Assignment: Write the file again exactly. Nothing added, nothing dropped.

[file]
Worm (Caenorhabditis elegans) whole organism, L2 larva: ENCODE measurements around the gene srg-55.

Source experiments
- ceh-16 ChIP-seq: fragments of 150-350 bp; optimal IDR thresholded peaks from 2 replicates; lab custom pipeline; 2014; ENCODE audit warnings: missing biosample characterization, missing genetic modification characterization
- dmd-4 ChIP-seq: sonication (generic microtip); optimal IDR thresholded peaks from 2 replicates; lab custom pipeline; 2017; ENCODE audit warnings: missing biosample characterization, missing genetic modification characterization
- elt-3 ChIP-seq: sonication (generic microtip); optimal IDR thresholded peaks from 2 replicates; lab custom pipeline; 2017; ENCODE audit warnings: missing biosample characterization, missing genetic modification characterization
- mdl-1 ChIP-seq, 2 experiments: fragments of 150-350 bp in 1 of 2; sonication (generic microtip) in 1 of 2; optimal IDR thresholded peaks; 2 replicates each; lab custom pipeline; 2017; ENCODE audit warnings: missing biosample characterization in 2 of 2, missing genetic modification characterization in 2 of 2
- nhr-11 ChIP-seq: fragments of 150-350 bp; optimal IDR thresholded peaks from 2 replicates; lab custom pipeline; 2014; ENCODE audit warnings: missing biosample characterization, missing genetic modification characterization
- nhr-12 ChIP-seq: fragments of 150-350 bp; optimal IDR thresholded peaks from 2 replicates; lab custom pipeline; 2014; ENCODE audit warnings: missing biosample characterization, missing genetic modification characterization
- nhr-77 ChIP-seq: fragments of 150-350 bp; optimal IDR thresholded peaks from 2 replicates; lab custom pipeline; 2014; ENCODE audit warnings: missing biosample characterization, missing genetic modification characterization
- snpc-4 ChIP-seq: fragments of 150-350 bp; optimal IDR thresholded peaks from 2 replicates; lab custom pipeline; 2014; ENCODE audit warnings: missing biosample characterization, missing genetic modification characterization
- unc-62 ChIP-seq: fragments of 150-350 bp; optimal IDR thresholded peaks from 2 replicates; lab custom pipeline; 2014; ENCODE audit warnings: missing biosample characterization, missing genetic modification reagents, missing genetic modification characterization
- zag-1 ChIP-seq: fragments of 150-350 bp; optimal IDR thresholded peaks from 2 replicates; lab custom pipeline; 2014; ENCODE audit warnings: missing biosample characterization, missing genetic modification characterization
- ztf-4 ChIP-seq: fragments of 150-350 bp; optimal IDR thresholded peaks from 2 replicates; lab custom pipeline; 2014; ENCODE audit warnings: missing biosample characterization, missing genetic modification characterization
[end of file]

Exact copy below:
Worm (Caenorhabditis elegans) whole organism, L2 larva: ENCODE measurements around the gene srg-55.

Source experiments
- ceh-16 ChIP-seq: fragments of 150-350 bp; optimal IDR thresholded peaks from 2 replicates; lab custom pipeline; 2014; ENCODE audit warnings: missing biosample characterization, missing genetic modification characterization
- dmd-4 ChIP-seq: sonication (generic microtip); optimal IDR thresholded peaks from 2 replicates; lab custom pipeline; 2017; ENCODE audit warnings: missing biosample characterization, missing genetic modification characterization
- elt-3 ChIP-seq: sonication (generic microtip); optimal IDR thresholded peaks from 2 replicates; lab custom pipeline; 2017; ENCODE audit warnings: missing biosample characterization, missing genetic modification characterization
- mdl-1 ChIP-seq, 2 experiments: fragments of 150-350 bp in 1 of 2; sonication (generic microtip) in 1 of 2; optimal IDR thresholded peaks; 2 replicates each; lab custom pipeline; 2017; ENCODE audit warnings: missing biosample characterization in 2 of 2, missing genetic modification characterization in 2 of 2
- nhr-11 ChIP-seq: fragments of 150-350 bp; optimal IDR thresholded peaks from 2 replicates; lab custom pipeline; 2014; ENCODE audit warnings: missing biosample characterization, missing genetic modification characterization
- nhr-12 ChIP-seq: fragments of 150-350 bp; optimal IDR thresholded peaks from 2 replicates; lab custom pipeline; 2014; ENCODE audit warnings: missing biosample characterization, missing genetic modification characterization
- nhr-77 ChIP-seq: fragments of 150-350 bp; optimal IDR thresholded peaks from 2 replicates; lab custom pipeline; 2014; ENCODE audit warnings: missing biosample characterization, missing genetic modification characterization
- snpc-4 ChIP-seq: fragments of 150-350 bp; optimal IDR thresholded peaks from 2 replicates; lab custom pipeline; 2014; ENCODE audit warnings: missing biosample characterization, missing genetic modification characterization
- unc-62 ChIP-seq: fragments of 150-350 bp; optimal IDR thresholded peaks from 2 replicates; lab custom pipeline; 2014; ENCODE audit warnings: missing biosample characterization, missing genetic modification reagents, missing genetic modification characterization
- zag-1 ChIP-seq: fragments of 150-350 bp; optimal IDR thresholded peaks from 2 replicates; lab custom pipeline; 2014; ENCODE audit warnings: missing biosample characterization, missing genetic modification characterization
- ztf-4 ChIP-seq: fragments of 150-350 bp; optimal IDR thresholded peaks from 2 replicates; lab custom pipeline; 2014; ENCODE audit warnings: missing biosample characterization, missing genetic modification characterization